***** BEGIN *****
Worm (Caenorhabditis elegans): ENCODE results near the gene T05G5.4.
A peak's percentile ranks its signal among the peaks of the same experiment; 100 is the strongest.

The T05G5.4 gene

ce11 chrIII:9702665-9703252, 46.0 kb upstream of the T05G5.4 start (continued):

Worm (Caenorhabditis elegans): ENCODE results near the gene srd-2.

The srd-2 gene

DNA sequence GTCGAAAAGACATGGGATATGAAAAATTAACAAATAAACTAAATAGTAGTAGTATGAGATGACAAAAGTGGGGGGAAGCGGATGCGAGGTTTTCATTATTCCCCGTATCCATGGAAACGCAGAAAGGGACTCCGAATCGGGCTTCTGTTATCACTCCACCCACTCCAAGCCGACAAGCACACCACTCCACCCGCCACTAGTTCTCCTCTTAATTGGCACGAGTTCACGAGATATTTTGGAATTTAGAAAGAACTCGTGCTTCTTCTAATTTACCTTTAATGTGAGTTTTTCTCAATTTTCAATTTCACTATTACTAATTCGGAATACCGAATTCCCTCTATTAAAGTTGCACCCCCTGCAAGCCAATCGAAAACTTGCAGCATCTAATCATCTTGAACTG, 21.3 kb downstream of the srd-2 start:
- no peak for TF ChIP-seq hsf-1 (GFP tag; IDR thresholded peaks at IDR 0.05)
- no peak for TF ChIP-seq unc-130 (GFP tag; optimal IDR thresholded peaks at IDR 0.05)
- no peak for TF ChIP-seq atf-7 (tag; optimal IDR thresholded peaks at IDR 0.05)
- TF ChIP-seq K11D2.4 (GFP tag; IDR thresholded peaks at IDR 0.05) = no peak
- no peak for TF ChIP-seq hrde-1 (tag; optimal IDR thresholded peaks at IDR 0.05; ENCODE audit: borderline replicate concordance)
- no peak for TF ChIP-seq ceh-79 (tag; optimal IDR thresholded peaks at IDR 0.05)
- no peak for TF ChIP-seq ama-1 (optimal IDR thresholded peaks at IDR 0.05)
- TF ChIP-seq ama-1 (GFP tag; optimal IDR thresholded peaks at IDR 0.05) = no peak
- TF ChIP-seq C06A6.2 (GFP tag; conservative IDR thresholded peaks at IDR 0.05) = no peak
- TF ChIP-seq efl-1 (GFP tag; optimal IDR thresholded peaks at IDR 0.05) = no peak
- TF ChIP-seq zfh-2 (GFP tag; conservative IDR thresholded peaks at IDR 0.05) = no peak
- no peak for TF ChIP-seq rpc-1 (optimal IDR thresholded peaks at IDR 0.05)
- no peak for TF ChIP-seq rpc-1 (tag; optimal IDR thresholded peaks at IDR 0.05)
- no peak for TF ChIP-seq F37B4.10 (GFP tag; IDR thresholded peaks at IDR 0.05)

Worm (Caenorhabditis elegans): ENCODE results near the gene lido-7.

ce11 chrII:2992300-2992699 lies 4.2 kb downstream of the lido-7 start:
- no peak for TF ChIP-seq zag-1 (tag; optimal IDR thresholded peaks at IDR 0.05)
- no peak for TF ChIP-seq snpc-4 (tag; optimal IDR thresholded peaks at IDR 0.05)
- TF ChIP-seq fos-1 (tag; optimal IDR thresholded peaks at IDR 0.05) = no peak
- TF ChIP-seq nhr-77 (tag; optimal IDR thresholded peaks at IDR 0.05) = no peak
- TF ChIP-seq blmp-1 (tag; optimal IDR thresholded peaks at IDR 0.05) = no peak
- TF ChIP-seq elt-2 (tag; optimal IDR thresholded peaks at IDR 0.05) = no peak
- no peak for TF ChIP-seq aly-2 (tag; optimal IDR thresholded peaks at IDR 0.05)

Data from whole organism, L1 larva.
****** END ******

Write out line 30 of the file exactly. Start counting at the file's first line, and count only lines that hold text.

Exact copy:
- no peak for TF ChIP-seq aly-2 (tag; optimal IDR thresholded peaks at IDR 0.05)